Shades of Nature: Settling (quietly) into the Landscape

April 30, 2012


I love working with exterior color. But most of  my projects are in the environs of the city and leafy (but dense) suburbs of Washington, D.C. (though I did have fun with a remote consult in Alaska a few years ago).  I would love to help design a house in some truly spectacular setting– like  the desert in New Mexico or something on the craggy coast of Maine. When choosing an exterior palette, I always take into consideration (first and foremost), the architecture of the dwelling. Then I look to its context– how the building is situated on a lot and what surrounds it.  Most buildings, especially houses, should settle quietly into the landscape.

I wanted to share a few examples of  structures that do this beautifully. Most of these buildings have been designed by very talented architects, for whom color is integral to design, inside and out.  And their settings are all pretty spectacular.


via Shope Reno Wharton Architects

I’m not sure what this is– perhaps a guest house?  The form is striking and the use of color understated but so effective. I love the grid pattern of the “16 over 16” windows flanking the entry (painted a strong but quiet green, similar in value to the dark shingle siding). Designed by  Shope Reno Wharton Architects .


via Dwell

This house, published in Dwell Magazine, was built on one of the outermost islands off the coast of Maine.  The client  had envisioned ” an unobtrusive abode that would blend with the local color…”  It was designed by Alex Scott Porter Design .  Aluminum cladding chosen for the harsh climate… guessing color choices were limited. Love that gray… pretty perfect.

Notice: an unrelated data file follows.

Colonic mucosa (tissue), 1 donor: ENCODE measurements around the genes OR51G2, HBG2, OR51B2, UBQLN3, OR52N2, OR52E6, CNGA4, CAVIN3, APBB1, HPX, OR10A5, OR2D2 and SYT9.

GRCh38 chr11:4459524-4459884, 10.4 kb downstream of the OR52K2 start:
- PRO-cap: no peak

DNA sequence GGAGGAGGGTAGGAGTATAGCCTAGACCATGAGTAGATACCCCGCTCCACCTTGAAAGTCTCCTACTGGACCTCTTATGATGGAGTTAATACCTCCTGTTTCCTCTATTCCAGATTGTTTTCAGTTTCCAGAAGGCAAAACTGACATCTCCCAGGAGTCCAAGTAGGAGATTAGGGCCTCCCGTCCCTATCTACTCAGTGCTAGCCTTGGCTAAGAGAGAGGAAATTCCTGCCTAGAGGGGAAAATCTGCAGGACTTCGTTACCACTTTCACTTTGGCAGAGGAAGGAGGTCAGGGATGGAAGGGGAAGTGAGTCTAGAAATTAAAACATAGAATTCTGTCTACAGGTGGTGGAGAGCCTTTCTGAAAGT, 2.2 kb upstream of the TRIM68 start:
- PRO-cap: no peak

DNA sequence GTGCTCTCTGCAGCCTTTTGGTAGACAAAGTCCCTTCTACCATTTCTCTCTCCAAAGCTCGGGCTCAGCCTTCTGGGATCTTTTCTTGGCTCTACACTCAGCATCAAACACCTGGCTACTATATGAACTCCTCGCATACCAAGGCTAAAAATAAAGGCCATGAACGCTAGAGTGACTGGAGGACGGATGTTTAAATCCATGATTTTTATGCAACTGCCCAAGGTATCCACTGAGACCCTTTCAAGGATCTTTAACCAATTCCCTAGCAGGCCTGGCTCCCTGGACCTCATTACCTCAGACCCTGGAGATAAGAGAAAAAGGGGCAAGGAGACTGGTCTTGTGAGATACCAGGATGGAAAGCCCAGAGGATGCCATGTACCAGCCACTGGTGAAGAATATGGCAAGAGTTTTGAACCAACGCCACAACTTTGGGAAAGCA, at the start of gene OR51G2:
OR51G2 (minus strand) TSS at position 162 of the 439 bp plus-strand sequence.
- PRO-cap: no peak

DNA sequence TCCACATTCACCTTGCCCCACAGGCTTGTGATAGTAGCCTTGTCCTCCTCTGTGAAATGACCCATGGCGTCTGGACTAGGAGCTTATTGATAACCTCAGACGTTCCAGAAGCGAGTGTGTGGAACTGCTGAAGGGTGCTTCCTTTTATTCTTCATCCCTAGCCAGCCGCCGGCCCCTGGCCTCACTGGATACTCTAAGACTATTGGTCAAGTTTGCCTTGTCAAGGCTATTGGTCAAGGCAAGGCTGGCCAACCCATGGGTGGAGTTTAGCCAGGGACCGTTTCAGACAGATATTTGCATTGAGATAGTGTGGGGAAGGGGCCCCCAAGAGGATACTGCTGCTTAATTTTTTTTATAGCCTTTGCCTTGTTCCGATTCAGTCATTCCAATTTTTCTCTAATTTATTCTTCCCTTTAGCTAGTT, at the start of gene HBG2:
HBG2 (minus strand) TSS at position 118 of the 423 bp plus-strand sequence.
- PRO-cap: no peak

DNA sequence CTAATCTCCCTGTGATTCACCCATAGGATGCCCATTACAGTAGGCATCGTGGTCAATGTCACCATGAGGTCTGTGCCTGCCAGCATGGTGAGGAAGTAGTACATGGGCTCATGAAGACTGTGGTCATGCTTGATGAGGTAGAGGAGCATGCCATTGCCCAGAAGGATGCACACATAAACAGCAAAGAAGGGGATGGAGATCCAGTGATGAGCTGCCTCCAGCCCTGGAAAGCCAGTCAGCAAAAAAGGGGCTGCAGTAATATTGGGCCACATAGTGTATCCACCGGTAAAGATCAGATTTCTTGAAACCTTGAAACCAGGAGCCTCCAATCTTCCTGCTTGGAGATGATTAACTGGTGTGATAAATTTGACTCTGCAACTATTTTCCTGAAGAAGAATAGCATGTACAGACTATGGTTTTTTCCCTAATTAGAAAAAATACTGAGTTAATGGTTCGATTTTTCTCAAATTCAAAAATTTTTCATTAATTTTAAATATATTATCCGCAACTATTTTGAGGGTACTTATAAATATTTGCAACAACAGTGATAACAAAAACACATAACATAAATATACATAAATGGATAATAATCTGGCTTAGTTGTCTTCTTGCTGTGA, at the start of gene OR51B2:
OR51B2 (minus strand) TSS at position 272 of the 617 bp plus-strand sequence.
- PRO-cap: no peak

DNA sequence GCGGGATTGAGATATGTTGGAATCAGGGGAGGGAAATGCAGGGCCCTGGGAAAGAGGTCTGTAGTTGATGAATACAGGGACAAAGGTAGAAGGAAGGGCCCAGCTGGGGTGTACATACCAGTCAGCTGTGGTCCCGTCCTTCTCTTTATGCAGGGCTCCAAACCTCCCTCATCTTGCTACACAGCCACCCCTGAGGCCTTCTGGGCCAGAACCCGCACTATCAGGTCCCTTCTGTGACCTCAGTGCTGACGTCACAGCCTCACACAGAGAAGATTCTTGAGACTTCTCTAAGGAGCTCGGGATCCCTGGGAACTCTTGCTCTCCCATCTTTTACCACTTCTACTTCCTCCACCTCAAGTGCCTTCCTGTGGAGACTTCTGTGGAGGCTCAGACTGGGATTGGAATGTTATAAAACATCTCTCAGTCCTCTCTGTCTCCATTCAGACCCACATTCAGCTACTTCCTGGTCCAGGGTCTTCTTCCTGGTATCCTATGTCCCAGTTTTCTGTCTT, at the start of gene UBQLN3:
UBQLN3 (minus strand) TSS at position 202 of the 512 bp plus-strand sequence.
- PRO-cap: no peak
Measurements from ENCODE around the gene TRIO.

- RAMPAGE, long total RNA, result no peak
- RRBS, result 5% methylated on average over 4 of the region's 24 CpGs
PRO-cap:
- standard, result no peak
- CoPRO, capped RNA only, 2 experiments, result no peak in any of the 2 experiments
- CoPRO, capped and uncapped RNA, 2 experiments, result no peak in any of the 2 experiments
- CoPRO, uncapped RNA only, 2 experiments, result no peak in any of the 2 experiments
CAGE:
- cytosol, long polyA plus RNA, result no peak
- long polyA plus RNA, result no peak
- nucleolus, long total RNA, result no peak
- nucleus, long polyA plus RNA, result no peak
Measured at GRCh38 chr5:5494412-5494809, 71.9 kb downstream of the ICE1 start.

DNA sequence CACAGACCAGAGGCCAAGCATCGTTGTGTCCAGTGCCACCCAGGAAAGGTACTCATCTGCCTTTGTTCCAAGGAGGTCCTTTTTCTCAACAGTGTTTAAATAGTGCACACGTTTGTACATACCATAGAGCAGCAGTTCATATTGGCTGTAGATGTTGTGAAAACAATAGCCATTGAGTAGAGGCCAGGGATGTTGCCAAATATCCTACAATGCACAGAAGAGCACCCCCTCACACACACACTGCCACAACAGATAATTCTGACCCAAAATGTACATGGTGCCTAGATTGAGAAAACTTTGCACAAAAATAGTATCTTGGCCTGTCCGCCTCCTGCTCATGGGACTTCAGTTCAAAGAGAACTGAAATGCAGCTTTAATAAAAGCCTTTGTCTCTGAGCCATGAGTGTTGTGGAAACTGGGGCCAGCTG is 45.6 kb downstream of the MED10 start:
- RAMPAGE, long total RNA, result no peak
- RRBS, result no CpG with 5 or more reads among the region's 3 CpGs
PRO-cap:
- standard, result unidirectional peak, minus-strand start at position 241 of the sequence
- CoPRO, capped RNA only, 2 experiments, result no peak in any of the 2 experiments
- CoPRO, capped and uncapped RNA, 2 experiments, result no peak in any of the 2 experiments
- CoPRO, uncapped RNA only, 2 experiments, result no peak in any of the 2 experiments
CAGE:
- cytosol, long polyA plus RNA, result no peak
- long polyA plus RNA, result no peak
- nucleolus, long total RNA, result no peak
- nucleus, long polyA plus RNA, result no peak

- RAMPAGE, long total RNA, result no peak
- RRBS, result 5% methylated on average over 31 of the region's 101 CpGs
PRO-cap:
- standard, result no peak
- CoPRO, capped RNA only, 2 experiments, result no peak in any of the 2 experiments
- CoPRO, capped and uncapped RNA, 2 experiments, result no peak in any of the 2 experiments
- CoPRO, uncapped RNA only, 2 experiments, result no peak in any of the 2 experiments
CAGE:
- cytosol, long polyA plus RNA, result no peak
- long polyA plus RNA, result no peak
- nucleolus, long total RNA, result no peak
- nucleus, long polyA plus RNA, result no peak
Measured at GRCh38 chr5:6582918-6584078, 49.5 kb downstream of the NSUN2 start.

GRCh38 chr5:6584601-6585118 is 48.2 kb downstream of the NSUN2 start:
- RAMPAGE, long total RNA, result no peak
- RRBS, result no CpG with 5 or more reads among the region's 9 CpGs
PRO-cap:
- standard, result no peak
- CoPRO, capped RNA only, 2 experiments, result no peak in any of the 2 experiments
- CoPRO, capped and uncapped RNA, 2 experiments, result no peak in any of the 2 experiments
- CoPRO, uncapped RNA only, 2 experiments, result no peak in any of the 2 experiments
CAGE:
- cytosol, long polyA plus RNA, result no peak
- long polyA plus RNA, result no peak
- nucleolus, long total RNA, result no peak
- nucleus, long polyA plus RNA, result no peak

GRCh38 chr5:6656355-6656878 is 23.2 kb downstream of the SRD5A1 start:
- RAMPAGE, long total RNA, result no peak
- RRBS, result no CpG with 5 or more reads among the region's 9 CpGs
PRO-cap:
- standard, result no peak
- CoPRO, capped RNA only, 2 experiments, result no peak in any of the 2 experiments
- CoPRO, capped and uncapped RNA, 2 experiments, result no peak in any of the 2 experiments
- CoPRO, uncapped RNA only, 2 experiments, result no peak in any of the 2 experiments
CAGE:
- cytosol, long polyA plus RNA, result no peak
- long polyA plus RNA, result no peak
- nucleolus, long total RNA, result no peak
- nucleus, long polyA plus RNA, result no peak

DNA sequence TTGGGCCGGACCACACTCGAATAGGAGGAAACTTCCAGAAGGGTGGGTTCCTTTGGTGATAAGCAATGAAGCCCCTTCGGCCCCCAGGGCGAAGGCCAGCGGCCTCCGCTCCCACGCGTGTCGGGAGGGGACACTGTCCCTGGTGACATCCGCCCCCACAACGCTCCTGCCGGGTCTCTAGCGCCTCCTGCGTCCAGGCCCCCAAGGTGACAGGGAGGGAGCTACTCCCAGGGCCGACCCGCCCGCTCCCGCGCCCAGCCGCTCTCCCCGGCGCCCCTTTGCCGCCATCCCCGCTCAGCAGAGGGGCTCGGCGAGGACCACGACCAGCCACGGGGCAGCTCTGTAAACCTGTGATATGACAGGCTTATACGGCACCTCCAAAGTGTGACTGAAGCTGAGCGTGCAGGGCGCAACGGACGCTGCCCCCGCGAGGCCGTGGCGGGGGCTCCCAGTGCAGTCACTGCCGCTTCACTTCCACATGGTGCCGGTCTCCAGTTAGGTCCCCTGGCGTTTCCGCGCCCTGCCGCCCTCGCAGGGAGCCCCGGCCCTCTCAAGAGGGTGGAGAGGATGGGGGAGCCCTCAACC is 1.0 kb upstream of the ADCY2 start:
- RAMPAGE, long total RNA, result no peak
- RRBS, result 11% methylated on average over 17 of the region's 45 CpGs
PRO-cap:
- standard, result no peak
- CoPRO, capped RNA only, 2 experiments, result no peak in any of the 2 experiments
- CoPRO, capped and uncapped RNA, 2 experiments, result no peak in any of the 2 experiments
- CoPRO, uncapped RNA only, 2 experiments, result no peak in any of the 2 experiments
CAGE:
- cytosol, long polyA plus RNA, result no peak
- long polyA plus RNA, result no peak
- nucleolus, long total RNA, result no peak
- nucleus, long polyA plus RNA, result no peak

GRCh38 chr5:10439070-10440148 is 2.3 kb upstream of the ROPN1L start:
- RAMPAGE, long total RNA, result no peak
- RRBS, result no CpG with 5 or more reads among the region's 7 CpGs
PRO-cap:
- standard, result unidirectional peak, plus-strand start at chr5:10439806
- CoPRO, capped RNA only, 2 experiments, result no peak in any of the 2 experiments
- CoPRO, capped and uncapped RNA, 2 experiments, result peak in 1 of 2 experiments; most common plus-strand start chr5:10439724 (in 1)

Feldman Architecture

One of my  favorites- this beauty was designed by the San Francisco firm of Feldman Architecture .   For Feldman Architecture, “beauty is found in quiet understated forms, expressive structure, timeless materials, and carefully resolved details. The firm’s designs celebrate light-filled open spaces with a strong connection to the site and landscape.”


via Bosworth Hoedemaker

Seattle-based architect Bosworth Hoedemaker was tasked to transform a former concrete-block boathouse, on the shores of Hood Canal,  into a functional guest house/ boathouse. The result is so striking- the strong simple forms (square windows and  blocks of gray sliding doors) are softened  and balanced by the color of the interior (simple marine plywood).


photo Catherine Tighe

Restrained use of color by New York-based architect Deborah Berke for this Litchfield County, Connecticut “farmhouse”.


via Elle Decor

Elle Decor featured the bucolic (Wisconsin !)  getaway of New York designer Richard McGeehan .  The article states that ” The Shaker-like simplicity … appealed to his rigorous aesthetic. Another draw was the row of windows along the building’s 44-foot length, which provides stunning views of the surrounding landscape.”


via Rehkamp Larson Architects

The Minneapolis firm of Rehkamp Larson Architects designed this modern farmhouse. Strong but simple form and color. Iconic.


And here is the ” Russell House”” in Palm Springs. Modernist with orange elements repeating and balancing the strong forms of the desert landscape.


via Mathis Interiors